IZA DP No. 15285: Homosexuality's Signalling Function in Job Candidate Screening: Why Gay Is (Mostly) OK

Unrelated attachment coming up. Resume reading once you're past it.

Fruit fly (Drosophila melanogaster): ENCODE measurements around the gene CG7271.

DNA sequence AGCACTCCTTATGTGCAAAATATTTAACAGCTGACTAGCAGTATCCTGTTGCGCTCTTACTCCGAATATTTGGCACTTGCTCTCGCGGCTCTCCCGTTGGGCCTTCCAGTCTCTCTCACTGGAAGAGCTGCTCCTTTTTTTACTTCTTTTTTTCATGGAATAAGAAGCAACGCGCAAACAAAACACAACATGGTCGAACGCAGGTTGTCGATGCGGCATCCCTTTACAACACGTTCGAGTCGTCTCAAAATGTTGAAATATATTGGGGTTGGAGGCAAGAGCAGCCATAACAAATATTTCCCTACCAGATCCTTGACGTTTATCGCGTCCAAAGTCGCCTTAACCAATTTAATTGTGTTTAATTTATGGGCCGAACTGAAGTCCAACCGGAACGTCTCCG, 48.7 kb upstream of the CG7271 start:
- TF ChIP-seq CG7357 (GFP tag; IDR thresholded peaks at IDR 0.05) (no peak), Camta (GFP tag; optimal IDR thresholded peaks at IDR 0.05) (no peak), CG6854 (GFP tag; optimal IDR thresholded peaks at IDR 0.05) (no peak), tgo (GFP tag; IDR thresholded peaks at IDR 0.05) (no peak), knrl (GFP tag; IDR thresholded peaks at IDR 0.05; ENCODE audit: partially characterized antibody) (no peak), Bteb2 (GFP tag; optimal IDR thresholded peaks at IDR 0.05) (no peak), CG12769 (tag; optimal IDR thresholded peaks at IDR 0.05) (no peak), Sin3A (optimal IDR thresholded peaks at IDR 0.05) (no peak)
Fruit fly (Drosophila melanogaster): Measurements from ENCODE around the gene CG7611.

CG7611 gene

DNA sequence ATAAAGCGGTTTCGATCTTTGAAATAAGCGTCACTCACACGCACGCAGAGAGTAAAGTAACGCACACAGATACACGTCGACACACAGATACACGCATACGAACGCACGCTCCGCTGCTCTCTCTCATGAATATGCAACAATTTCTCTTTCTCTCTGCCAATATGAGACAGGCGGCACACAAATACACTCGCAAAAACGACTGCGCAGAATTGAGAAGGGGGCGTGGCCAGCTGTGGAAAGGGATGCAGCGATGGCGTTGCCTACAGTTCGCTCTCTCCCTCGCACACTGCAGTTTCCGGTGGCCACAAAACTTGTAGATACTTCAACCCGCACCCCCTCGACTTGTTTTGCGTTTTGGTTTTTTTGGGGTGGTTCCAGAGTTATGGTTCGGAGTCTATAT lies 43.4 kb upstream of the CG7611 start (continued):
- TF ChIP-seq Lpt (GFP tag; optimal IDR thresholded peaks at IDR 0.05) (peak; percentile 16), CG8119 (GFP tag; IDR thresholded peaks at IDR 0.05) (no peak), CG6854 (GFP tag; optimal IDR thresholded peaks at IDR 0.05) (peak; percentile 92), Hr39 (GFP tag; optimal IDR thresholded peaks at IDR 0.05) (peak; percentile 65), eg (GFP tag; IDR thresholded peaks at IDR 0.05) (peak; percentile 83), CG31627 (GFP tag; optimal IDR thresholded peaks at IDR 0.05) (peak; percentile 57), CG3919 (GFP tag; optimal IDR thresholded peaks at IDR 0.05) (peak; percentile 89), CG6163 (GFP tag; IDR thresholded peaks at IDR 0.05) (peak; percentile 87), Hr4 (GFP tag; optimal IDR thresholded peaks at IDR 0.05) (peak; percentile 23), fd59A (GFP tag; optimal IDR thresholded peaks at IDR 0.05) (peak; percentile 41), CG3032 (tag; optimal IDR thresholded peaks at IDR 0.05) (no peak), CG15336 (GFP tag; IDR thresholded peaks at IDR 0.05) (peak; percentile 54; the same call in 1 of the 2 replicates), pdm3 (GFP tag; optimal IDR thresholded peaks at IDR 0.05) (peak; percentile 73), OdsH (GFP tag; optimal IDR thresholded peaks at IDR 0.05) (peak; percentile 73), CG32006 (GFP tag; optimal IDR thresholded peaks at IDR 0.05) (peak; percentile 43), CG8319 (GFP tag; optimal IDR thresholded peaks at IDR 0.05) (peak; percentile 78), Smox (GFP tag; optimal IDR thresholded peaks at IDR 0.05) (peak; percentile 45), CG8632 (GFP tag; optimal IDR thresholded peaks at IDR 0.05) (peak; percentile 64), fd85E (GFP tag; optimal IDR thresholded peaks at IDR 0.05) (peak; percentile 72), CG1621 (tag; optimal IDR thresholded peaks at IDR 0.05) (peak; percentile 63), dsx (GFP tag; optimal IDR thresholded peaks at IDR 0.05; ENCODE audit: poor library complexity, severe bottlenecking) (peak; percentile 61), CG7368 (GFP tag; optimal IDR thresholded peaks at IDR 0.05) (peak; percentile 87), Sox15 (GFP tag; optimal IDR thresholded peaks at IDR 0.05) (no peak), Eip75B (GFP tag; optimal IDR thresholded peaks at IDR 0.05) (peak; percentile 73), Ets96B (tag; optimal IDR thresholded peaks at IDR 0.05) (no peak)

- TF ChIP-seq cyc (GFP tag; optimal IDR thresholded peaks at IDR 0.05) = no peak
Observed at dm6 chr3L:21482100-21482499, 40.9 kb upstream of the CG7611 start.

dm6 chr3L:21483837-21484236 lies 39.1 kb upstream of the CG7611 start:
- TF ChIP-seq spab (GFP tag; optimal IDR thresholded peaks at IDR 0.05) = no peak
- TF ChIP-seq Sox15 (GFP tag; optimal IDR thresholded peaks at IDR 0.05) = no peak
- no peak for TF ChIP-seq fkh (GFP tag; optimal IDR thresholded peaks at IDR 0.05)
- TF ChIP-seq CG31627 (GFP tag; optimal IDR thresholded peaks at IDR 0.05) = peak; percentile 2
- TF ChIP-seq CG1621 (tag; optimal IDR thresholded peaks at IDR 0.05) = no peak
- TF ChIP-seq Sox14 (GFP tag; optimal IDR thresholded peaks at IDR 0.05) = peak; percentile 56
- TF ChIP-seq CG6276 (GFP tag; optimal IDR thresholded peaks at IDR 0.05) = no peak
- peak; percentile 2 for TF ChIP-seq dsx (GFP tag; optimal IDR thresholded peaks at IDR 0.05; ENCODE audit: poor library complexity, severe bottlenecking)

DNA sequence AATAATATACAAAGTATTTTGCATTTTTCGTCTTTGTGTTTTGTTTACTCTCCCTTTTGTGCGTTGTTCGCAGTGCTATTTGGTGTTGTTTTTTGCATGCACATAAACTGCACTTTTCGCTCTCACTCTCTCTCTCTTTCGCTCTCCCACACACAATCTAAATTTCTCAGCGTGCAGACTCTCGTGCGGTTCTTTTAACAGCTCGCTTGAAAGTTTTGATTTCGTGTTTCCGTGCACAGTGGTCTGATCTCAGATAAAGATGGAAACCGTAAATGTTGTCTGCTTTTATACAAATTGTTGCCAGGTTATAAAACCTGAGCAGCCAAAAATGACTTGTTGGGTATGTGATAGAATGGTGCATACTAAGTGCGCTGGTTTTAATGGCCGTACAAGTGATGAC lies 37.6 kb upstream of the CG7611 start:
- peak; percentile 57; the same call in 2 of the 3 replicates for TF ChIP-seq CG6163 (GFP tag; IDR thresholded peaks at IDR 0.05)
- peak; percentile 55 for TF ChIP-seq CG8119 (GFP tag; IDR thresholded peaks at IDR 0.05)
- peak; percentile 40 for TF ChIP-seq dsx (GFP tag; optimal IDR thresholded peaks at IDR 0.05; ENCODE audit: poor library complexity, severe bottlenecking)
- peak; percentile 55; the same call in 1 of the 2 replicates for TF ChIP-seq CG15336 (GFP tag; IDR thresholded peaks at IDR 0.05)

To explain the mixed findings on hiring discrimination against homosexual applicants, we explore the perceptual drivers behind employers' evaluations of gay men and lesbian women. Therefore, we conduct an extensive vignette experiment among 404 genuine recruiters, for which we test systematically-selected perceptions theoretically associated with homosexual job candidates in earlier studies. We find causal evidence for distinct effects of sexual identities on candidate perceptions and interview probabilities. In particular, interview probabilities are positively (negatively) associated with the perception of lesbian women (gay men) as being more (less) pleasant to work with compared to heterosexual candidates. In addition, interview chances are negatively associated with the perception of gay men and lesbian women as being more outspoken. Furthermore, our data align well with the idea of a concentrated discrimination account, whereby a minority of employers who privately hold negative attitudes towards homosexual individuals are responsible for most instances of hiring discrimination.